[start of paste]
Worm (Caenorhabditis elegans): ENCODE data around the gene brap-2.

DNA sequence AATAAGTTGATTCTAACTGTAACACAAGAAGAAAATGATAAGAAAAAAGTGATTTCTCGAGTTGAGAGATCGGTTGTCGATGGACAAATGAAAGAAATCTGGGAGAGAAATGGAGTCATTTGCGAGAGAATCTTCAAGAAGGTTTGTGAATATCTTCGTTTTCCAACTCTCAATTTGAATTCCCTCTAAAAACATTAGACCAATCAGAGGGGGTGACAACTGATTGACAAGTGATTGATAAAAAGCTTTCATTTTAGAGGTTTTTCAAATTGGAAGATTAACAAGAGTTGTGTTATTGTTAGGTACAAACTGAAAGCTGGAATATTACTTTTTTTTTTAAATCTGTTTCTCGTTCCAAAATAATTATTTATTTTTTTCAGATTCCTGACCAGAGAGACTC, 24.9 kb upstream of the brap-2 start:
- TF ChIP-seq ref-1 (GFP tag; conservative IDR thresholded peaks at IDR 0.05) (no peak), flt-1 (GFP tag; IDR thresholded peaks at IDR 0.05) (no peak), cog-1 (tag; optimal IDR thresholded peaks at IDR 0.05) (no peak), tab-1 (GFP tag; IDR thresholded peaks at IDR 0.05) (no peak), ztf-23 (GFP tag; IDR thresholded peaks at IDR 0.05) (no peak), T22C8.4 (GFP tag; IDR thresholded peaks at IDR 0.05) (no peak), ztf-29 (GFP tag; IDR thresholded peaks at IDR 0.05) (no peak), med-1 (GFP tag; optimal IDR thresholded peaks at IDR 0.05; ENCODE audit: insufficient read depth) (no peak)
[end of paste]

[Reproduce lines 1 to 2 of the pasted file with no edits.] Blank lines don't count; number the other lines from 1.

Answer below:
Worm (Caenorhabditis elegans): ENCODE data around the gene brap-2.

DNA sequence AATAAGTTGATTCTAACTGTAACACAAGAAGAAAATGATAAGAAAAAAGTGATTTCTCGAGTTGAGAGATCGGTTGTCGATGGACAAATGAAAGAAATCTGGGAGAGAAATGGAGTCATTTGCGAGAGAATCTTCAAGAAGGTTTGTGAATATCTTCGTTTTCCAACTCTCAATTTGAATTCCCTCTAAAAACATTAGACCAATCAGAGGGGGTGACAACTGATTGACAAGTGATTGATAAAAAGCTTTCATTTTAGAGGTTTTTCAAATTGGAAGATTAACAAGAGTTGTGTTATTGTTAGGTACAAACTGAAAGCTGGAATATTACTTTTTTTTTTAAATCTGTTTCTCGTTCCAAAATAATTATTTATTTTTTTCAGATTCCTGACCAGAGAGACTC, 24.9 kb upstream of the brap-2 start: